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Sparks of Genius_Coffee and Cover
September 16, 2014
Insurance is almost as old as civilization. According to numerous sources, it goes back at least 5,000 years to Mesopotamia and the use of interest rates. By 3,000 B.C., interest rates and a “risk premium” were common in Babylon and other trading centers along the routes throughout the Middle East and beyond. The “risk premium” reflected a venture’s riskiness. The price was generally about double the interest charge.
Thirteen centuries later, insurance emerged in a form similar to what we know today. The Code of Hammurabi, circa 1755 B.C., formalized concepts of “bottomry” – referring to vessel bottoms, and “respondentia” – referring to cargo. These terms became an important part of marine insurance contracts, which contained three essential elements: (1) a loan on the vessel, cargo or freight, (2) an interest rate and (3) a surcharge to cover possibility of loss.
Enter marine insurance and the London coffee houses
Present-day insurance essentially began in the mid-1600s, although it first appeared in Italian port cities as early as the 12th century. In the 1600s, shipping and maritime trade had grown significantly. Business was generally done at the Royal Exchange, but news and information were gathered in the sociable atmosphere of the coffee houses.
By 1663, there were over 80 coffee houses in the City of London. These coffee houses offered businessmen, writers, poets and members of the public a place to socialize and do business. They were not places for ladies. In fact, the Women’s Petition Against Coffee of 1674 argued that this “new drink had transformed their once industrious men into layabouts who spent all their time in coffeehouses”.
In 1688, Edward Lloyd opened his coffee house near Tower Wharf and the Customs House in London. His idea was to cater to captains, owners and merchants trading overseas. He offered his specialized clientele a place to mingle and obtain reliable information about the world’s shipping business. It cost a penny for a cup of coffee. Newspapers, pen, ink and paper were thrown in for free. It wasn’t long before Edward Lloyd’s Coffee House became the place to go for marine information and insurance.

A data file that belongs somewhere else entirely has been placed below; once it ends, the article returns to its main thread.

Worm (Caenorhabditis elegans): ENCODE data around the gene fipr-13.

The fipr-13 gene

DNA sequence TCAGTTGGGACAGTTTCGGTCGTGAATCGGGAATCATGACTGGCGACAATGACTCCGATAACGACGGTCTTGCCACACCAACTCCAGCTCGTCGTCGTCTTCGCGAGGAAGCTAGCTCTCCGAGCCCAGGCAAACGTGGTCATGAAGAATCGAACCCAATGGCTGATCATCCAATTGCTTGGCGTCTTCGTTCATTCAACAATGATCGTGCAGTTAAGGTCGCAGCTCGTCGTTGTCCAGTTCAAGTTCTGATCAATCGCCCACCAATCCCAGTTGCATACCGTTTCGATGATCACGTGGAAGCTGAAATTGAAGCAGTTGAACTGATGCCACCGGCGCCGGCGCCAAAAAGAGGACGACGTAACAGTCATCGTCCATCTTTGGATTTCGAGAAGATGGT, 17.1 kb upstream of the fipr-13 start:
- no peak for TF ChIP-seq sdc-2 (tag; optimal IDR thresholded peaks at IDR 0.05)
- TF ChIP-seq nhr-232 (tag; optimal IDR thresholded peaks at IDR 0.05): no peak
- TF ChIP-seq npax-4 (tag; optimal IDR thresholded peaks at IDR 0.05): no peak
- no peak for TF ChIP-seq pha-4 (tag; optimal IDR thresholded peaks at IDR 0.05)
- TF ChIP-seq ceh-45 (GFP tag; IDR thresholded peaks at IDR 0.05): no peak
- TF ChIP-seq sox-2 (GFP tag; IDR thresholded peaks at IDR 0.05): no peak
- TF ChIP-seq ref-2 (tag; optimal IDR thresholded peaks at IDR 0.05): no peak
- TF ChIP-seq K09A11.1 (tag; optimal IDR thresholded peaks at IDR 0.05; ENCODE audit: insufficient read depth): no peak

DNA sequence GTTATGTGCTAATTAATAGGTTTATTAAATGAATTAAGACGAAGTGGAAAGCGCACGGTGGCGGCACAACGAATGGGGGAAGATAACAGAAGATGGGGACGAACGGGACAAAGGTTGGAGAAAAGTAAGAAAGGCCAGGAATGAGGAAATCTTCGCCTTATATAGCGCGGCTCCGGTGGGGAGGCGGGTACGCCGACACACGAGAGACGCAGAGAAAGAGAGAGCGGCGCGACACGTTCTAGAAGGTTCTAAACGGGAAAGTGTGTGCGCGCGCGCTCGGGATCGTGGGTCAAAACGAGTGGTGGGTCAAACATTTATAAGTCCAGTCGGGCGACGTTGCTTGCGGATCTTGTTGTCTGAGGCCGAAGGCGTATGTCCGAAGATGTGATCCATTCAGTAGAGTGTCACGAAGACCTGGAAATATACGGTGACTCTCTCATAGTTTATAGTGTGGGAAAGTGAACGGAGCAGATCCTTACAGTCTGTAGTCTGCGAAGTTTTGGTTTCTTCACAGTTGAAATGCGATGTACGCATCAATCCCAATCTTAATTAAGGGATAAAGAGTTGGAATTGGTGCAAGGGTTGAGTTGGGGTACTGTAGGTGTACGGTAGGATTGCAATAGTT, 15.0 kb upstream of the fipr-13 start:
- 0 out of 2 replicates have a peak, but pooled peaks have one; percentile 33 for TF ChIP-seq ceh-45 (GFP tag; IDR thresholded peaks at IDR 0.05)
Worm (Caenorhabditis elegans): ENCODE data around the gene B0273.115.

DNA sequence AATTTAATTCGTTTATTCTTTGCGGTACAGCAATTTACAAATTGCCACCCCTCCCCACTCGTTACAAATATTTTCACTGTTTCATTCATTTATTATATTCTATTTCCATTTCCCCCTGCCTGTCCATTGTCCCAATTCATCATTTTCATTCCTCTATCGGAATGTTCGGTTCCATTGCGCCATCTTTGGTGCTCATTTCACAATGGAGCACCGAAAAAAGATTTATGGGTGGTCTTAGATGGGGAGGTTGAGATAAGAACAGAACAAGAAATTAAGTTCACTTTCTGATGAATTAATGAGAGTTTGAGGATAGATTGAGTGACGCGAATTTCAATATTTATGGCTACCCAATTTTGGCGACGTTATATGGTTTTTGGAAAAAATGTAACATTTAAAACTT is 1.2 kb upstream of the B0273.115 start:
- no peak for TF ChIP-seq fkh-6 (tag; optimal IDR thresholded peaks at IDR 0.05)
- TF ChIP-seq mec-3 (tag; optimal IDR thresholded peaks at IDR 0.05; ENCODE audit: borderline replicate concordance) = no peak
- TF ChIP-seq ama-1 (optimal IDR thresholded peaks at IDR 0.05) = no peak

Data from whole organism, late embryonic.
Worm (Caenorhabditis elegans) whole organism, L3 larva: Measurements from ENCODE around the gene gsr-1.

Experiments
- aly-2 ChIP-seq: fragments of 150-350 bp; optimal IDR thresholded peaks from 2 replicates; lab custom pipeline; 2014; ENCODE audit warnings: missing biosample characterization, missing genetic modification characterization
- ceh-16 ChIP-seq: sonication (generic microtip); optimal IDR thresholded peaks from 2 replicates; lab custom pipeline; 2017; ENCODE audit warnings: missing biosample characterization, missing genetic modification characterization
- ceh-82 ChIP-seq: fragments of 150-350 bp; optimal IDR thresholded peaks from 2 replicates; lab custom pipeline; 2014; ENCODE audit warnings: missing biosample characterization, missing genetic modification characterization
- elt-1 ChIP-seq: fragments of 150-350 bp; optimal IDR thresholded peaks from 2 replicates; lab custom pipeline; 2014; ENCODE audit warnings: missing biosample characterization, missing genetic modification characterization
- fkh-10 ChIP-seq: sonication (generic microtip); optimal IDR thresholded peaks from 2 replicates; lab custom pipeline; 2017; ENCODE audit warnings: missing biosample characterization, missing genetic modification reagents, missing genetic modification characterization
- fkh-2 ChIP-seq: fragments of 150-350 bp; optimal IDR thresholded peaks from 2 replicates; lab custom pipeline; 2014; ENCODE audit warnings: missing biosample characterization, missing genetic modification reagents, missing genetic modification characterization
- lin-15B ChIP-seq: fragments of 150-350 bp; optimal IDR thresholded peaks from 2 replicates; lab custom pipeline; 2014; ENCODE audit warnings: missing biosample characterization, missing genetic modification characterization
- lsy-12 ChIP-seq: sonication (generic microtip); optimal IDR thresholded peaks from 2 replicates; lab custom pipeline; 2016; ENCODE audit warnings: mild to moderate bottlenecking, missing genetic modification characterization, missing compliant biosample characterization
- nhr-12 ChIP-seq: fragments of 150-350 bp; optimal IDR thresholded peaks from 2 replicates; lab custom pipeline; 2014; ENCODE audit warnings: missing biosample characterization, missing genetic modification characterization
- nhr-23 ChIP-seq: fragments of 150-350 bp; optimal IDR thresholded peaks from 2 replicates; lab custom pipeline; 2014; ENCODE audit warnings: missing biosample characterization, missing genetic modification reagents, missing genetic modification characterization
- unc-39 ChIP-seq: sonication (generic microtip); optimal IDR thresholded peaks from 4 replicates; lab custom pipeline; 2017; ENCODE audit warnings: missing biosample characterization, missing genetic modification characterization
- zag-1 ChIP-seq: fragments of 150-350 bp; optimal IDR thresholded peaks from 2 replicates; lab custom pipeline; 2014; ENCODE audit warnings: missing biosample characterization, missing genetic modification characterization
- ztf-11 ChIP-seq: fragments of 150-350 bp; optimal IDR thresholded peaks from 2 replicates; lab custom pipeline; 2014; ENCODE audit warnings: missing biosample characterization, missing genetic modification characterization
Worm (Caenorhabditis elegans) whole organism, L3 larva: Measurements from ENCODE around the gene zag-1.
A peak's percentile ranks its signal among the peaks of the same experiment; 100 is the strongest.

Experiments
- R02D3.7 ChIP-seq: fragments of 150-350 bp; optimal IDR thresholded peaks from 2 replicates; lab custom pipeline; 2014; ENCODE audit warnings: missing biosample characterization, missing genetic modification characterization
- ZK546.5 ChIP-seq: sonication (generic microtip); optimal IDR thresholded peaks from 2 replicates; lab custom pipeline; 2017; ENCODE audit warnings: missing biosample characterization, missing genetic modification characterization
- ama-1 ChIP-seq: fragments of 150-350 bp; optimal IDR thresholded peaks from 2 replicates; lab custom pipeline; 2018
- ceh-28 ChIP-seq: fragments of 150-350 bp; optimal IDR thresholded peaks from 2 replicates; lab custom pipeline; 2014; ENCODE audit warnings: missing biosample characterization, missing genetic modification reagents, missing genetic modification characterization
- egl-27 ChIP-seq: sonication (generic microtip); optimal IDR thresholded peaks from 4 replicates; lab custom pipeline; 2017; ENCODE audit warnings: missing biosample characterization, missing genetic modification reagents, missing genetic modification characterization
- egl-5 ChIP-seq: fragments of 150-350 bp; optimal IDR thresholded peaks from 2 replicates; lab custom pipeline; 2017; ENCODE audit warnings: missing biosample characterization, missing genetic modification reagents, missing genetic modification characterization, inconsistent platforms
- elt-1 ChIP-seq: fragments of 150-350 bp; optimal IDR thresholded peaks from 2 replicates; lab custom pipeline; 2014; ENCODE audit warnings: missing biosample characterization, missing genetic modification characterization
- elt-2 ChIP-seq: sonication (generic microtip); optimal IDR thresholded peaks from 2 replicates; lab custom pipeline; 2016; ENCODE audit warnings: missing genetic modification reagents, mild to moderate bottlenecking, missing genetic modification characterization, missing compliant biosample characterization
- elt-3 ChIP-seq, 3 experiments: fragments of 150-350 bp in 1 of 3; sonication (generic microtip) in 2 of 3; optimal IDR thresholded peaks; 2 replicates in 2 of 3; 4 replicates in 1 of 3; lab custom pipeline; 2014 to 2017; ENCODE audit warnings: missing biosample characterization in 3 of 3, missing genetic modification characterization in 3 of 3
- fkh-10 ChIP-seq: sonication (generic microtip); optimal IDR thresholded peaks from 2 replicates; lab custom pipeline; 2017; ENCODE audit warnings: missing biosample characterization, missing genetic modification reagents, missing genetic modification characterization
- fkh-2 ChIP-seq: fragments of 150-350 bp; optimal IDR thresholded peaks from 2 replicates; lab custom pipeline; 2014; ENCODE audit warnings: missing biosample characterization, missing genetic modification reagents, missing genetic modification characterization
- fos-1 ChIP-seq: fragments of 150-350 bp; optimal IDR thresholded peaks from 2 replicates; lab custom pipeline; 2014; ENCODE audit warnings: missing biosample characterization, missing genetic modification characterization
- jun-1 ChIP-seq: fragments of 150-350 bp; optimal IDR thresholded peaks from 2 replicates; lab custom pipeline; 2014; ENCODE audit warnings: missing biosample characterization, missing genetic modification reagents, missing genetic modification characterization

At this time, business was often done in person. Lloyd’s Coffee House probably consisted of one large room with a sanded floor, a bar and tables with chairs and benches. It was crowded, extremely noisy and smoke-filled. The crowd of men – there were few if any women in the London coffee houses at that time – milled around, discussing business deals.
Ship owners and merchants came into the coffee house to look for subscribers. They offered policies to individuals who ultimately signed their names at the bottom of the contract, hence becoming underwriters. Each individual personally decided on whether to enter into an agreement and on what specific terms they would engage in an agreement. If the venture was successful, the underwriter took the profits; if the venture was unsuccessful, the underwriter paid the entire loss out of his own pocket.
Often, the value of the ship and cargo was greater than the amount any one individual was prepared to take on. Ship owners and merchants reduced their losses and ensured profitability by spreading the risk among a group of interested investors and underwriters. A merchant with a ship to insure would request a “broker” to take the policy from one wealthy merchant to another until the risk was fully covered. Terms and conditions were set out on a form of “Policy”. The Policy was worded as if it was a single contract between a policyholder and each of the individuals or underwriters subscribing to it. Each underwriter signed the Policy “each for his own part and not one for another” at the bottom of the contract, including the amount they were willing to insure. The broker’s skill lay chiefly in ensuring that policies were underwritten only by people of sufficient financial integrity – i.e. people who could meet their share of a claim, if need be, to the full extent of their personal fortunes.
Enter the specialist
From its beginnings in a London coffee house, Lloyd’s has been a pioneer in insurance, becoming the world’s leading market for specialist insurance. Practically every single existing type of non-marine insurance other than life and fire was invented or first purchased at Lloyd’s.
Lloyd’s is not an insurance company. It is an insurance market where members join together as syndicates to insure risk. The Lloyd’s market consists of 56 managing agents and 91 syndicates, which offer an unrivalled concentration of specialist underwriting expertise and talent.
Today, business is still conducted on a personal basis. Instead of the coffee house, Lloyd’s operates from an Underwriting Room that is central to the smooth running of the market. The majority of business written at Lloyd’s is placed through brokers who facilitate the risk-transfer process between policyholders and underwriters. Specialist underwriters for each syndicate price, underwrite and handle any subsequent claims.
Lloyd’s flourished over the years as a place where initiative, innovation and new ideas were encouraged. Looking back at the beginnings of present-day insurance and where we are today, one could say the future of insurance belongs to the specialists, those companies that innovate and have the expertise and knowledge to create products and services that meet the changing, dynamic needs of a risky world.
References:Spreading the Risks: Insuring the American Experience, Jack Bogardus and Robert Moore, 2003.Lloyd’s London: An Outline, M. M. Beeman, 2011.Ultimate Risk: The Inside Story of the Lloyd’s Catastrophe, Adam Raphael, 1995.
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